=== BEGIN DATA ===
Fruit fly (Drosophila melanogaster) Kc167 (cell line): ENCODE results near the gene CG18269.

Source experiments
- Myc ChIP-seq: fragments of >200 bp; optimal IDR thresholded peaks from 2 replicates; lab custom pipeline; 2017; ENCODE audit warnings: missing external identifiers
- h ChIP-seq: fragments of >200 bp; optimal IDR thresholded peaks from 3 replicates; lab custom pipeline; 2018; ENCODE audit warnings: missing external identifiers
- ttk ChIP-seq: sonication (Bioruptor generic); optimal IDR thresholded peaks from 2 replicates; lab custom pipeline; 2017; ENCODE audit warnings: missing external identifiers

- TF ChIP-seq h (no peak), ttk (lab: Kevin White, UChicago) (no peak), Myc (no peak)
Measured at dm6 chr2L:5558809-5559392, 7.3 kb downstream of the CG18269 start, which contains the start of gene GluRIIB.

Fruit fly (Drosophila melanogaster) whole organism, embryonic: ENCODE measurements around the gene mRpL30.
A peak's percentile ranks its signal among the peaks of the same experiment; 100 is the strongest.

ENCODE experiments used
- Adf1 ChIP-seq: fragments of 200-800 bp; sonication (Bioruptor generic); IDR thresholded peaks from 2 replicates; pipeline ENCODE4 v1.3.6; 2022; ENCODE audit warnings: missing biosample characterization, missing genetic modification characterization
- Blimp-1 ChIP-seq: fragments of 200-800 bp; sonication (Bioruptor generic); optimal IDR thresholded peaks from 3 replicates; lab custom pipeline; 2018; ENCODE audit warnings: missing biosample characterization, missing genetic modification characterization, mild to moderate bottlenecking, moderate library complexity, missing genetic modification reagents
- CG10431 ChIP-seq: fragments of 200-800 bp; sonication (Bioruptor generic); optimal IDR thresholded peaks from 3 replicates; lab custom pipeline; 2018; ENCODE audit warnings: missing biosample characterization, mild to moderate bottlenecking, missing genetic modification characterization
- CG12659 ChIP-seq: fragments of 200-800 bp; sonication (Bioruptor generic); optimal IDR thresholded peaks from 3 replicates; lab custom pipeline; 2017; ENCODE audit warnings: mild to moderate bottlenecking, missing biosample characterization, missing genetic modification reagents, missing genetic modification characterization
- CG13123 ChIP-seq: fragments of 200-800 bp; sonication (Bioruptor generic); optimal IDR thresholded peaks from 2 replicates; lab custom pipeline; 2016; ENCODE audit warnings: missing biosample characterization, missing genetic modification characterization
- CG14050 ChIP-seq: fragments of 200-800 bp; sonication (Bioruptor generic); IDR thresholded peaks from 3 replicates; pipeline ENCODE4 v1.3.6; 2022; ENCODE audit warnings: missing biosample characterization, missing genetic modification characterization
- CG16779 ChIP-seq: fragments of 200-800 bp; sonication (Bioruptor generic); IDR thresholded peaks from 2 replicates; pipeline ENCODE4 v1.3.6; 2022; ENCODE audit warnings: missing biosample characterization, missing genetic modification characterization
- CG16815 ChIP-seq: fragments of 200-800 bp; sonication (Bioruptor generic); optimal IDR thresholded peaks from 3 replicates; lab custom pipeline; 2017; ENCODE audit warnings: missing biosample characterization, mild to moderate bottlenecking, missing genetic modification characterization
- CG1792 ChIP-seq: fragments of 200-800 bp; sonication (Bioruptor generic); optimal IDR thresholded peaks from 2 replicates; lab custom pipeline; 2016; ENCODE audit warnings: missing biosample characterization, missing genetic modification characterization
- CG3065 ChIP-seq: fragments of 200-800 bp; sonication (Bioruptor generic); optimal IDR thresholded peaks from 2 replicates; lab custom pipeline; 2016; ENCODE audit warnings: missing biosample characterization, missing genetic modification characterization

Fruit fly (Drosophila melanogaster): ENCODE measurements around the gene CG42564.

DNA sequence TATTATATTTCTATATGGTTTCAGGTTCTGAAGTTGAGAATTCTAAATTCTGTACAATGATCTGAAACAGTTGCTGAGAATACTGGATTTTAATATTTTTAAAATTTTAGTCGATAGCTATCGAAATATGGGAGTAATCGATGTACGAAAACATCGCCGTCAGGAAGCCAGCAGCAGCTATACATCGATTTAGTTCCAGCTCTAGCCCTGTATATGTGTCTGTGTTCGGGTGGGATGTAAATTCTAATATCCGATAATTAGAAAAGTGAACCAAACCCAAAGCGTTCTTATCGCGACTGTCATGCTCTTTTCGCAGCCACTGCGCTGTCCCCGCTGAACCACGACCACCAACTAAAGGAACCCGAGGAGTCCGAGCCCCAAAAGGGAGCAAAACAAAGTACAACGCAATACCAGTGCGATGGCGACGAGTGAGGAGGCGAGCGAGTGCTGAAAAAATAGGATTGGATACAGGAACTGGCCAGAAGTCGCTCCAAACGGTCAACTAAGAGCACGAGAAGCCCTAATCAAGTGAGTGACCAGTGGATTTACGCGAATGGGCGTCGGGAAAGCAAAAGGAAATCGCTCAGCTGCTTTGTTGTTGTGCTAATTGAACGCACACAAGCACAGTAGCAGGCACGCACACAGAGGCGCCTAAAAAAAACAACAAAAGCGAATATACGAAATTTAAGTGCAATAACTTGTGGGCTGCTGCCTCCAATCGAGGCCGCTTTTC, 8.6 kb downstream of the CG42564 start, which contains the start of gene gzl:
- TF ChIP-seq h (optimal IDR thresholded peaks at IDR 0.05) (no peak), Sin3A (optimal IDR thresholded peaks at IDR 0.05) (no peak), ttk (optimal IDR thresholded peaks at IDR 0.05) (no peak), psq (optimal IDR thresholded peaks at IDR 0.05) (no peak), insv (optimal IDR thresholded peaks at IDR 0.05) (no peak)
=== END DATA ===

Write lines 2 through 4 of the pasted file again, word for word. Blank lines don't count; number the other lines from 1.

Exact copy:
Source experiments
- Myc ChIP-seq: fragments of >200 bp; optimal IDR thresholded peaks from 2 replicates; lab custom pipeline; 2017; ENCODE audit warnings: missing external identifiers
- h ChIP-seq: fragments of >200 bp; optimal IDR thresholded peaks from 3 replicates; lab custom pipeline; 2018; ENCODE audit warnings: missing external identifiers